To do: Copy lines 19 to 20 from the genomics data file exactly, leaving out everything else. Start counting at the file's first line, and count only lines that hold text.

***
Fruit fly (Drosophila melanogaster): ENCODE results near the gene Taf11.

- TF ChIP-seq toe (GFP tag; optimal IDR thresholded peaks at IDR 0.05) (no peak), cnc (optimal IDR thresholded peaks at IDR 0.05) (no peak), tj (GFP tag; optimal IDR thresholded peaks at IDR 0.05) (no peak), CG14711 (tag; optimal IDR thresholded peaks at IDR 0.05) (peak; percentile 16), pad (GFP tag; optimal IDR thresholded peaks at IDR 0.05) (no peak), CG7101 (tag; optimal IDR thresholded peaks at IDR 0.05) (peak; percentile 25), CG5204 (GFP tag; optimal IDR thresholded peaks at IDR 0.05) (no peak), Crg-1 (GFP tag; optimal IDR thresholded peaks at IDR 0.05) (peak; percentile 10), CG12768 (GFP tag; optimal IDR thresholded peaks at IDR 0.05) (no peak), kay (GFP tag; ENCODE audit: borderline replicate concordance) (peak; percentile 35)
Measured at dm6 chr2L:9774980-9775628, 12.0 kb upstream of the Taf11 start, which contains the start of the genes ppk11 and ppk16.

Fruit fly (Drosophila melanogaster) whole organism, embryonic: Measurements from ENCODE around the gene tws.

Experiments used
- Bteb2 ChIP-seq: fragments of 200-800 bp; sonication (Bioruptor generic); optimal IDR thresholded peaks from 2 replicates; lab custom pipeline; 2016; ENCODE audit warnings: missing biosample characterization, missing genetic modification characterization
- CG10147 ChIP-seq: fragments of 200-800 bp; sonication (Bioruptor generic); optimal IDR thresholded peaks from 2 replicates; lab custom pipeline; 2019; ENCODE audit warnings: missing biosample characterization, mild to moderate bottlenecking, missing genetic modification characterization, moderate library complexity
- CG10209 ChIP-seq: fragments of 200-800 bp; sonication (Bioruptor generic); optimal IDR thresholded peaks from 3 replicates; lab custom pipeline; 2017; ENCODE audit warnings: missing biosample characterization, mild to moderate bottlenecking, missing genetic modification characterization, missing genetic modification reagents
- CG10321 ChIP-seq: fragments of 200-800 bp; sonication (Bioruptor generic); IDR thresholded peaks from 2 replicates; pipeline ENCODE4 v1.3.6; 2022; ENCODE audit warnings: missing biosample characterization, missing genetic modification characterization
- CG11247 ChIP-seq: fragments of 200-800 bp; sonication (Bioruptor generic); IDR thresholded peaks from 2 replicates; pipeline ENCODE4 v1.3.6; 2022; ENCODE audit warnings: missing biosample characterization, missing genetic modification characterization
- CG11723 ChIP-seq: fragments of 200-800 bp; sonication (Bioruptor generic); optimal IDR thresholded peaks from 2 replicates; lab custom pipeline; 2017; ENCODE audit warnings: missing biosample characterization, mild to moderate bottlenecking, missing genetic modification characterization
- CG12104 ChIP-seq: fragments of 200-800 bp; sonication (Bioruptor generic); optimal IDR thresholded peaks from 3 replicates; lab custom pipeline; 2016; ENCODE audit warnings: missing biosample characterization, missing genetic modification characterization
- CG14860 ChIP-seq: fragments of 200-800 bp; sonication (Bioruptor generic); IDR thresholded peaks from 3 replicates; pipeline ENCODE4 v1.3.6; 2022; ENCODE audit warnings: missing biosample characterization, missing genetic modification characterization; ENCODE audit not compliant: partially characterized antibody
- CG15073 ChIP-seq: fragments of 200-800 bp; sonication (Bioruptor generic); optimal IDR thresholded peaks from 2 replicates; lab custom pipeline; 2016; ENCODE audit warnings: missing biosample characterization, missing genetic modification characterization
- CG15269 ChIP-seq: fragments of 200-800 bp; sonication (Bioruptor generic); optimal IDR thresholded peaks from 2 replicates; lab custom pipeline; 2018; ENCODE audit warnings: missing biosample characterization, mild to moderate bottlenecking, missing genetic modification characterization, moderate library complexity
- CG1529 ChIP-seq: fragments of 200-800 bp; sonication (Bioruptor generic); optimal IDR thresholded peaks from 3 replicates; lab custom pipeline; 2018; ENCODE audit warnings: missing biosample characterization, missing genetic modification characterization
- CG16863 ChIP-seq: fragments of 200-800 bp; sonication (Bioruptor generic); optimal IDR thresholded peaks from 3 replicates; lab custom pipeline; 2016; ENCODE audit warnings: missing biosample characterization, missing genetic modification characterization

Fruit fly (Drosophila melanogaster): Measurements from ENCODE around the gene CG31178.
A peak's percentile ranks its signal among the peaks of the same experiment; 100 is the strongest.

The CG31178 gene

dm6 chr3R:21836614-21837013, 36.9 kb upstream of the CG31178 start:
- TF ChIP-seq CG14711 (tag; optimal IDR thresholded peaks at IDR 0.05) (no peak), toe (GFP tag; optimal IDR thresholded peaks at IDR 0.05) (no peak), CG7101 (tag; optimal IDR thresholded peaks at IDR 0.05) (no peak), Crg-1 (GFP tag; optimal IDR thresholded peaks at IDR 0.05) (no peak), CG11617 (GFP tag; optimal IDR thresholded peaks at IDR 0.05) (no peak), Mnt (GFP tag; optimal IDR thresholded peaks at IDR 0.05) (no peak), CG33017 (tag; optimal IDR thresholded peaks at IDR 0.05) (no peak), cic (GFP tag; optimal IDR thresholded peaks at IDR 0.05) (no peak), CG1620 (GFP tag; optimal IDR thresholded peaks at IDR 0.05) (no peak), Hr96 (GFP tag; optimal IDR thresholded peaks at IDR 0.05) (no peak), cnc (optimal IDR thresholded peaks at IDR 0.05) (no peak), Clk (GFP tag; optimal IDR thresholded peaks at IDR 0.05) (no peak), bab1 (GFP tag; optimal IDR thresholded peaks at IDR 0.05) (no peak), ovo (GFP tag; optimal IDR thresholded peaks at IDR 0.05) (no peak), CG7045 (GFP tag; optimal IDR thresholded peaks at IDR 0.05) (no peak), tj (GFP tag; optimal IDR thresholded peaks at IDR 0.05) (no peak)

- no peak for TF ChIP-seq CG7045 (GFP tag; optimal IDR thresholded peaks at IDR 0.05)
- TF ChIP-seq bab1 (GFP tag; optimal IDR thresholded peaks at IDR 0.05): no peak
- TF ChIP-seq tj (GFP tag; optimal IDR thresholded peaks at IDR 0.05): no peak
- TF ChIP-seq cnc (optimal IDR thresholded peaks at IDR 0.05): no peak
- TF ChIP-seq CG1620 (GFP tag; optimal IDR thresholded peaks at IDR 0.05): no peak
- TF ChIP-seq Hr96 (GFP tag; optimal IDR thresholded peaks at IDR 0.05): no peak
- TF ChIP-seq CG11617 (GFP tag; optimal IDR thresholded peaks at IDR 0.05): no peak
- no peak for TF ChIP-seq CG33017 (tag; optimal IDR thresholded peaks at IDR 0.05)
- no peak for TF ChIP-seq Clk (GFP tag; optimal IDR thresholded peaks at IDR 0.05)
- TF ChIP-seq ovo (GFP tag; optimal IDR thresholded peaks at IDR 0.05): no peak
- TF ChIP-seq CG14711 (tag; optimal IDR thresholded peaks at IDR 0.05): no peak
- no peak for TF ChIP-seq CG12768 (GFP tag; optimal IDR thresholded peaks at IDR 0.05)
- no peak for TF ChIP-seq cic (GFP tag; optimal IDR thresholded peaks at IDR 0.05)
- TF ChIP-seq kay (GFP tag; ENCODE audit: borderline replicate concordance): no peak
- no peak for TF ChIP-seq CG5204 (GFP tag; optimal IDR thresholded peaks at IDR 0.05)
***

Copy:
A peak's percentile ranks its signal among the peaks of the same experiment; 100 is the strongest.

The CG31178 gene